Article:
What is Kin Care? Changes in Intergenerational Obligations in Elder Care in Ghana


Mencoff Hall 205

Cati Coe, Canada Research Chair in Migration and Care, Carleton University

Abstract: The assumption by many African governments is that kin will take care of the growing aging populations in their countries, which is promoted as an orthodoxy in state and public discourse. But what does kin care actually mean? And what do people do when kin care fails, in the face of lack of state forms of support for aging people? This talk examines how kin care has changed over time in Ghana, despite the orthodoxy which makes kin care seem so stable and static. I explore the processes by which paid care by non-kin is considered to be a form of kin care, such that paid care is rendered invisible. This case study of aging in Ghana is used as an example to examine how people are adapting to the demographic shifts of longer life spans and aging societies through new practices despite continuities in discourses.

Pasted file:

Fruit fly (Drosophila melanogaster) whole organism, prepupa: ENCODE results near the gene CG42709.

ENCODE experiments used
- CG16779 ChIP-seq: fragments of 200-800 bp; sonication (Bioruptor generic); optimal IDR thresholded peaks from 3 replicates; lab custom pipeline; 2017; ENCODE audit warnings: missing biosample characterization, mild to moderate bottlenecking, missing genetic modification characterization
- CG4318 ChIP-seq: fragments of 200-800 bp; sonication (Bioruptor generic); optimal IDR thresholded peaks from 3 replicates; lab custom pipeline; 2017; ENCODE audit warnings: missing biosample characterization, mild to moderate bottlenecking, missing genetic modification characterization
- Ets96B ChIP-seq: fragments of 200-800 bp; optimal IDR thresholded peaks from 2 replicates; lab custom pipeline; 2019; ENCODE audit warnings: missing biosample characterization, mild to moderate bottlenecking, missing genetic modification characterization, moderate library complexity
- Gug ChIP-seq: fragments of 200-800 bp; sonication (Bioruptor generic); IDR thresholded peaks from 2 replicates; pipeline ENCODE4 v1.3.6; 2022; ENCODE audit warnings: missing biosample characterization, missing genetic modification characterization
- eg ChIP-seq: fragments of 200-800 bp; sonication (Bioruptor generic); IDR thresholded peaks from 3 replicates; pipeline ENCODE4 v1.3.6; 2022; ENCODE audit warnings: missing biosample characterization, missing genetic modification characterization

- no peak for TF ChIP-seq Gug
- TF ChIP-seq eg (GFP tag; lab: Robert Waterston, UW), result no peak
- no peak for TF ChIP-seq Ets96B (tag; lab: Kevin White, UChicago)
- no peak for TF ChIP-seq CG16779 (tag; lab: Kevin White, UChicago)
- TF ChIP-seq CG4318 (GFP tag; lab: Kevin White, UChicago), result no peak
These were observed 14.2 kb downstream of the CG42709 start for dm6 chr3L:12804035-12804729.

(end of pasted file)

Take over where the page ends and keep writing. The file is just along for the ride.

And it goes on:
Bio: Cati Coe is an anthropologist and Canada Research Chair in Migration and Care in the Department of Political Science at Carleton University. She is interested in intergenerational care, kinship, and migration. Her most recent book is Changes in Care: Aging, Migration, and Social Class in West Africa (Rutgers University Press, 2021). Her new project concerns aging migrants’ navigation of transnational social protection in their pursuit of wellbeing across the life course, as a window onto global inequalities in aging.

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